2)      After age 40-Every Job is a Temp Job. It used to be 50, but the age of business irrelevance ratcheted down as tech innovation skyrocketed. Unless you are a software application developer, network and computer systems administrator, engineer or CPA---once you get in your forties, career moves must be strategic. Why do you want to work for this company? Is this a job or a career move? Evaluate the total reward package-salary, long & short-term employee benefits, perks and work/life environment. Are the employee benefits low and the 401(k) match high? Is there an attainable pension? In a small company-can you buy an equity position? The Employee Benefit Research Institute saw job tenure increase to 5.4 years in 2012 (for males it is less).
3)      The Safety Net has a Hole In It: Once upon a time jobs in the public sector were considered “safe” and jobs in health care never had lay-offs. Welcome to the 21st century, the game changed. Hospitals are doing more with less (people, that is) and even patient-facing jobs need less people as care moves home ASAP. The home health aide is not making nearly the salary of workers in an acute care setting. Government workers can remind you of the shut down in October. And local governments are filing bankruptcy and ditching pension responsibilities as fast as Kardashians are getting divorced. Choose your industry wisely, but stay open to change.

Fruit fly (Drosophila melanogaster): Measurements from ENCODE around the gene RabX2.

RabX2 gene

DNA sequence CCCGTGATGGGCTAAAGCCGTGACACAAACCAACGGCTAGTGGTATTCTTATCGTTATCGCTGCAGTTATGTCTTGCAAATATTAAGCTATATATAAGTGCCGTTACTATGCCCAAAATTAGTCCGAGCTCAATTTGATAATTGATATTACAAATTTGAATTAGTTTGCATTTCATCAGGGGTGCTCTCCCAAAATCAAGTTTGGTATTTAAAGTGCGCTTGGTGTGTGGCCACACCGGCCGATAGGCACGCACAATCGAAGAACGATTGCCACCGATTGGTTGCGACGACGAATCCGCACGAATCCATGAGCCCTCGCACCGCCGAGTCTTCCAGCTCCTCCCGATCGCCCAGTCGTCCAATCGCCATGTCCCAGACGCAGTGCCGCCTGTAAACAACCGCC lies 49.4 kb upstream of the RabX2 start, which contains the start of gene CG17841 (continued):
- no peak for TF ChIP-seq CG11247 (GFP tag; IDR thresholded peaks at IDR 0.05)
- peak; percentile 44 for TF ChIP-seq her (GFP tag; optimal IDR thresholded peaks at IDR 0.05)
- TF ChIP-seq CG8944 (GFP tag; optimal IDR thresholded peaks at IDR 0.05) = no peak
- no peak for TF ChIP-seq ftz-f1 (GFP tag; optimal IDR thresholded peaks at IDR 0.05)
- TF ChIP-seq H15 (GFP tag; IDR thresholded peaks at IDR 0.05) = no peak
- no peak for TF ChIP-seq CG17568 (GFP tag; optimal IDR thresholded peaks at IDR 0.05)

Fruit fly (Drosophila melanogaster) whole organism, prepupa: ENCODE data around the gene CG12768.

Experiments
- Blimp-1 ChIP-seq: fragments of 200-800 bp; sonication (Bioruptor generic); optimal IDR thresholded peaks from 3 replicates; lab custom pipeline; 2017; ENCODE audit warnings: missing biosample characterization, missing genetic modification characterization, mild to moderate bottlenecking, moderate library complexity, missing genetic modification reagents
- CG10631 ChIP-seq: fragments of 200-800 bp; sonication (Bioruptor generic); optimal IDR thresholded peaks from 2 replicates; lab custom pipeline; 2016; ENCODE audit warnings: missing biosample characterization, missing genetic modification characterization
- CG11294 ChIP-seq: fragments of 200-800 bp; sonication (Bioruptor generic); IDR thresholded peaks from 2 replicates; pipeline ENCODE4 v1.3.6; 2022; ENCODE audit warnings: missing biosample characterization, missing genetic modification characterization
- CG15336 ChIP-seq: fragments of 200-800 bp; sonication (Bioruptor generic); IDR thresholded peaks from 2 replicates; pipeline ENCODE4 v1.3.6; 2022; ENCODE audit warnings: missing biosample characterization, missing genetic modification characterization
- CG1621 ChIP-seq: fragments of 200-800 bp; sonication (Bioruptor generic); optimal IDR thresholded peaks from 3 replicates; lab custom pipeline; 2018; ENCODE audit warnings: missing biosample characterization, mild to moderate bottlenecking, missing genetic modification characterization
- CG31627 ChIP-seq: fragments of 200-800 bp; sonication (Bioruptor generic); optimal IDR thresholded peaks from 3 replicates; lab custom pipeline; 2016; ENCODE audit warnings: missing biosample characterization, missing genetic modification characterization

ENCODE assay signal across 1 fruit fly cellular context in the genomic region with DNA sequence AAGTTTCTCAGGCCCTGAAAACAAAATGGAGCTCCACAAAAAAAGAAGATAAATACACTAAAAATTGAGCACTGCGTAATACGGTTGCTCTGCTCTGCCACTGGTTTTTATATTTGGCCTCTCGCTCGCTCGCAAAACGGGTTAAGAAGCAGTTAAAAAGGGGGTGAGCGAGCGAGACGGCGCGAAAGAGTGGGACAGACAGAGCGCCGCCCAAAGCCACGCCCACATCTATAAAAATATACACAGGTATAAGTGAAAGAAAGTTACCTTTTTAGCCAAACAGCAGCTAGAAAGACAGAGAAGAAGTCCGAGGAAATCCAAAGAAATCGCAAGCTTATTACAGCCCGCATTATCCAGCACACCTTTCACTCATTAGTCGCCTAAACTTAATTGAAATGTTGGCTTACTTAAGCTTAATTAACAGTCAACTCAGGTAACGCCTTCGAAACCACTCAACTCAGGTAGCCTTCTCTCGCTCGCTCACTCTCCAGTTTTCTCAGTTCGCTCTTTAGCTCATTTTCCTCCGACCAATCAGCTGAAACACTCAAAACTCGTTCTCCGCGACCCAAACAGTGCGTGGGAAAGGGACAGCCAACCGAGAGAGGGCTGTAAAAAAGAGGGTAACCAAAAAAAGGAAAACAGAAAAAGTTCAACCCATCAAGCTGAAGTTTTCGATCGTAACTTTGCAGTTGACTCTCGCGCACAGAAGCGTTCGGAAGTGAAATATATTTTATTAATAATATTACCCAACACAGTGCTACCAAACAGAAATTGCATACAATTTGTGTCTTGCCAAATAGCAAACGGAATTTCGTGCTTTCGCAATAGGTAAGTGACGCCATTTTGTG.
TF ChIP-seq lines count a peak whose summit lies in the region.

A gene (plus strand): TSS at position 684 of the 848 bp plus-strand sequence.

4)      Develop Yourself: Companies pay for training that benefits the organization—legal training so you are aware of what is considered harassment or regulatory training- so if you do something wrong-you’re fired.  If you are in the succession plan, you may score management training specifically for the next level. Staying relevant at 40+? Learn how to use social media strategically to network and for job search. Learn a foreign language if it fits into your future career plans. Get a Bachelors degree online if you don’t have one already.
5)      Manage Your Emotional Intelligence: Crying at work? Very 1980s-no longer tolerated. Managers that scream at employees? Once one employee gets worker’s comp for stress b/c of your “leadership” unless you own the company—you are out! Screaming, bellowing and belittling employees-very 1990s. Arrogance? Check your ego at the door and save it for your friends outside of work. CEOs and GMs can still get away with being prima donnas at large organizations, but for everyone else, your EQ, like your reputation will follow in 5.4 years when you make your next job move. Social media sites like Glassdoor, Twitter and industry specific are searched by recruiters and hiring officials—so it is more like a glass house. Too much online chatter is a red flag to the elite executive recruiters.